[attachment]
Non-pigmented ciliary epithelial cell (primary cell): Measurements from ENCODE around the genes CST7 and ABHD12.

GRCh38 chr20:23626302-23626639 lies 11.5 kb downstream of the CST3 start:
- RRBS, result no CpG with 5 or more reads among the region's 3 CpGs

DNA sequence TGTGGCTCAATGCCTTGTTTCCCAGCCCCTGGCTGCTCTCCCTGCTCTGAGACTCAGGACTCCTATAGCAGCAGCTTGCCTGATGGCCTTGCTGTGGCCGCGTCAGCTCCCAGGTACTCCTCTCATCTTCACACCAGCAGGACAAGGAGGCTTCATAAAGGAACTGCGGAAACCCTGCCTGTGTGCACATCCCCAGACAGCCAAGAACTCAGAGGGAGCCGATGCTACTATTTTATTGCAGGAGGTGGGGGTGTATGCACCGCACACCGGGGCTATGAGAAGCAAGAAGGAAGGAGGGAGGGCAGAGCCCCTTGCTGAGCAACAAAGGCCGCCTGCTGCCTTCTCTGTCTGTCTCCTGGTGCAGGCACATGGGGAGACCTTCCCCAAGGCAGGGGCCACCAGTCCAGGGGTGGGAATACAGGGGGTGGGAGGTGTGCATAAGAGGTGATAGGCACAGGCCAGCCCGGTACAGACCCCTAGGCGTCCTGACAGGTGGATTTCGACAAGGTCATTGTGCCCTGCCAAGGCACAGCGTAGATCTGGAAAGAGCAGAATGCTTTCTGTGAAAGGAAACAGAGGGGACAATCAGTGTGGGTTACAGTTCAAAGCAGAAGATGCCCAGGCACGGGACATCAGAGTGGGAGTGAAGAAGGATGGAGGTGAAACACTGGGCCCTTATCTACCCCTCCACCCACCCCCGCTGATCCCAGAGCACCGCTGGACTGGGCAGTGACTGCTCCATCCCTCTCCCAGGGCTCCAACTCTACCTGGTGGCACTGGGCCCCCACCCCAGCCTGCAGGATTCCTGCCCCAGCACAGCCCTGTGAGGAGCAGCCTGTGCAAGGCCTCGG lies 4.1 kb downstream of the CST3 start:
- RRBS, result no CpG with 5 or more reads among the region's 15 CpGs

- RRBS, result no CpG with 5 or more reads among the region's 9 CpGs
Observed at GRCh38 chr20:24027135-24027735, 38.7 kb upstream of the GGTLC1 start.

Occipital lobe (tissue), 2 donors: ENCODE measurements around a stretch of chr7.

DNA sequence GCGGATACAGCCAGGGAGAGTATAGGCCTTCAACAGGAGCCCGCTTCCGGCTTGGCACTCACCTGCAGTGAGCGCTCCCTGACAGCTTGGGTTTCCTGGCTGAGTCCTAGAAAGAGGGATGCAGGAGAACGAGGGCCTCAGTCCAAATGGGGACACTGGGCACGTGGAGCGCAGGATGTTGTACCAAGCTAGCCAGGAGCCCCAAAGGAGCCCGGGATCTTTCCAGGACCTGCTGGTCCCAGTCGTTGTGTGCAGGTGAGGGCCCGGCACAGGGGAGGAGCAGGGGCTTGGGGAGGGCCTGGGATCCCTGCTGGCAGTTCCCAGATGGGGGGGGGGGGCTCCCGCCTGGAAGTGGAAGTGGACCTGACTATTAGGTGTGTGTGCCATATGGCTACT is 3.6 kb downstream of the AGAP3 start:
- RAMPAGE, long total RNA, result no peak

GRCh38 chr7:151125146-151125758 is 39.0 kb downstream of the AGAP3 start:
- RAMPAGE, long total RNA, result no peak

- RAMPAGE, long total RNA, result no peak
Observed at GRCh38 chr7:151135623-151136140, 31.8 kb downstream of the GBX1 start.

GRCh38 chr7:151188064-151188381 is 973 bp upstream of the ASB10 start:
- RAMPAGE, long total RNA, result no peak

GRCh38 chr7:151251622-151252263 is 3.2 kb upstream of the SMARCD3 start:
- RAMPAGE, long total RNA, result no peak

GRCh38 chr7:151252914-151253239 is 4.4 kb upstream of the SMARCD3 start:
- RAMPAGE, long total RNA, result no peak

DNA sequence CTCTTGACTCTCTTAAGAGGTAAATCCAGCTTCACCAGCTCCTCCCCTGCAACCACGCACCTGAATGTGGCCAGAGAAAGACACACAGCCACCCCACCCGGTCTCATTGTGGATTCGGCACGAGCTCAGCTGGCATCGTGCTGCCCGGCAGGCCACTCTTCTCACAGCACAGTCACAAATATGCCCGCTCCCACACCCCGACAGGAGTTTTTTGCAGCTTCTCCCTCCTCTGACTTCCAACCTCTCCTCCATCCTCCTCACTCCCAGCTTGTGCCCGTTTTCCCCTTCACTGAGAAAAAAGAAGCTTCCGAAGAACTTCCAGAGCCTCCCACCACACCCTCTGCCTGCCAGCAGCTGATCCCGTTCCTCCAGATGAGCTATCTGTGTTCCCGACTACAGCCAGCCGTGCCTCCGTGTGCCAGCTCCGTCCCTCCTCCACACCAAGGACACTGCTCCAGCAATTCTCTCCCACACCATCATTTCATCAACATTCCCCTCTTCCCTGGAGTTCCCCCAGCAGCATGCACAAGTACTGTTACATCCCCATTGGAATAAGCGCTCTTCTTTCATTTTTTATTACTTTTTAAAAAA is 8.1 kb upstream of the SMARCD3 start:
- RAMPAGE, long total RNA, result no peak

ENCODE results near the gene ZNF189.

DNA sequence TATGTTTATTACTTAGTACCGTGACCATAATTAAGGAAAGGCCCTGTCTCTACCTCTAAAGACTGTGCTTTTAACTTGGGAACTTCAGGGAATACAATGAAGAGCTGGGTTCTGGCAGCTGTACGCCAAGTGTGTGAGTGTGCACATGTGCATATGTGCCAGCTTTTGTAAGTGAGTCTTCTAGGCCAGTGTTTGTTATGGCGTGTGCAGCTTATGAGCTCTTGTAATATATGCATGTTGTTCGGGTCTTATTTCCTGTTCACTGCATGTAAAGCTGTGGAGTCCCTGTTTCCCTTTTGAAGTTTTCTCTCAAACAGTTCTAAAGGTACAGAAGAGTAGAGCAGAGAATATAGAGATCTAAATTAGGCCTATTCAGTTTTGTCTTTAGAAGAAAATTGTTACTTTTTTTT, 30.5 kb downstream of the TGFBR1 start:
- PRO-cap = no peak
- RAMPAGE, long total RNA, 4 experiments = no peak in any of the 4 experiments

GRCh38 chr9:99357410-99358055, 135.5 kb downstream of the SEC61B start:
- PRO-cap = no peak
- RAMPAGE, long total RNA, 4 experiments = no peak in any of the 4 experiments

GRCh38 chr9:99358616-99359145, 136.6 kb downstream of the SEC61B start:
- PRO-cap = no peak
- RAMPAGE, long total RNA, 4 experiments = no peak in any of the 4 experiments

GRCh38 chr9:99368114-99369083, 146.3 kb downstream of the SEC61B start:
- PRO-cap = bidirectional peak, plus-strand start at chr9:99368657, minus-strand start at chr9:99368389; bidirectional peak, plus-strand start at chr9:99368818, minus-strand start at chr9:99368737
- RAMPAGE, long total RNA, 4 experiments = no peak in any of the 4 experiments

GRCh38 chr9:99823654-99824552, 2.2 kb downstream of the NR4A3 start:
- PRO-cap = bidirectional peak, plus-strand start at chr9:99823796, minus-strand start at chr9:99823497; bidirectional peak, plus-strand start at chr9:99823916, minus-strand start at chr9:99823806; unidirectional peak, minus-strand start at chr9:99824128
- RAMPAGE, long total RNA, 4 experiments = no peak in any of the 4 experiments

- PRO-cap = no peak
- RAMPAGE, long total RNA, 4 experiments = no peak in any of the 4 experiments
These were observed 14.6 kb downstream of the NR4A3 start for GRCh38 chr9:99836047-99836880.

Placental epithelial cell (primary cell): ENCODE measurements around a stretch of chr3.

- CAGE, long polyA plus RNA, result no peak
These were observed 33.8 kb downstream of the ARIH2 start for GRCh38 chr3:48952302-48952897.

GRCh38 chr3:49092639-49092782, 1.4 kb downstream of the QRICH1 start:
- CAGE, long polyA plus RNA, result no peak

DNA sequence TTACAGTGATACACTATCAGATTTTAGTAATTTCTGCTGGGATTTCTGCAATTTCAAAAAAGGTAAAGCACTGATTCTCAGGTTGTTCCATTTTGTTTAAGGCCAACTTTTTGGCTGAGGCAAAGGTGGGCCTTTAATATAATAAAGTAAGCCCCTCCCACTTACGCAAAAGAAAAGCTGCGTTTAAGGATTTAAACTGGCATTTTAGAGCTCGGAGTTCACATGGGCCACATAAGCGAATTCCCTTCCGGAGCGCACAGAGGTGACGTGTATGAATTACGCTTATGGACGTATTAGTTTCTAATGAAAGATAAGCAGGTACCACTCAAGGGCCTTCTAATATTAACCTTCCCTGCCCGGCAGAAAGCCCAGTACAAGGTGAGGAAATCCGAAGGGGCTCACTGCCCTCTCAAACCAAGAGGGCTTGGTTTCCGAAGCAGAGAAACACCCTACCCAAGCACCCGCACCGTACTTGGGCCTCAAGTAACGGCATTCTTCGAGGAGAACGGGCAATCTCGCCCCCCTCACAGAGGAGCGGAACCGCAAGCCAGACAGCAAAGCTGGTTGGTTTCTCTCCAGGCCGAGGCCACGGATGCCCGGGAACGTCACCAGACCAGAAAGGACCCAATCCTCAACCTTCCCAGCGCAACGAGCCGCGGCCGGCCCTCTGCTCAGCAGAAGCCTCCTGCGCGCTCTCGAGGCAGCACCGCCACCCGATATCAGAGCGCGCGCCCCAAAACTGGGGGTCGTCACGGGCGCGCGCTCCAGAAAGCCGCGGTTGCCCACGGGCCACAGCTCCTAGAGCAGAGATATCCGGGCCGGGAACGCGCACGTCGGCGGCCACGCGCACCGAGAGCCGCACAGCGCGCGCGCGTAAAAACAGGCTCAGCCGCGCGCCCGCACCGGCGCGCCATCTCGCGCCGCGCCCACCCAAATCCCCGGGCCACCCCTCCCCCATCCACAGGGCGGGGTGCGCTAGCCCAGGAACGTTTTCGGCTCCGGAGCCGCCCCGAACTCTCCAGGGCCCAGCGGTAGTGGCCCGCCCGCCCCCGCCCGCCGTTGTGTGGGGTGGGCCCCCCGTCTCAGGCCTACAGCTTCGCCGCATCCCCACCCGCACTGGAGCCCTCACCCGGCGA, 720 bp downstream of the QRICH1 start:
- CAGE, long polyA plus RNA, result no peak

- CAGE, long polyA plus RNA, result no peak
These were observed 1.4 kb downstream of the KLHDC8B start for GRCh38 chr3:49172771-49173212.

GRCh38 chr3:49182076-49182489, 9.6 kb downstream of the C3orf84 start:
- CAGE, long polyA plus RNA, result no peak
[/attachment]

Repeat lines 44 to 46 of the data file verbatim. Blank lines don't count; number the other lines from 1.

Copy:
These were observed 33.8 kb downstream of the ARIH2 start for GRCh38 chr3:48952302-48952897.

GRCh38 chr3:49092639-49092782, 1.4 kb downstream of the QRICH1 start:
- CAGE, long polyA plus RNA, result no peak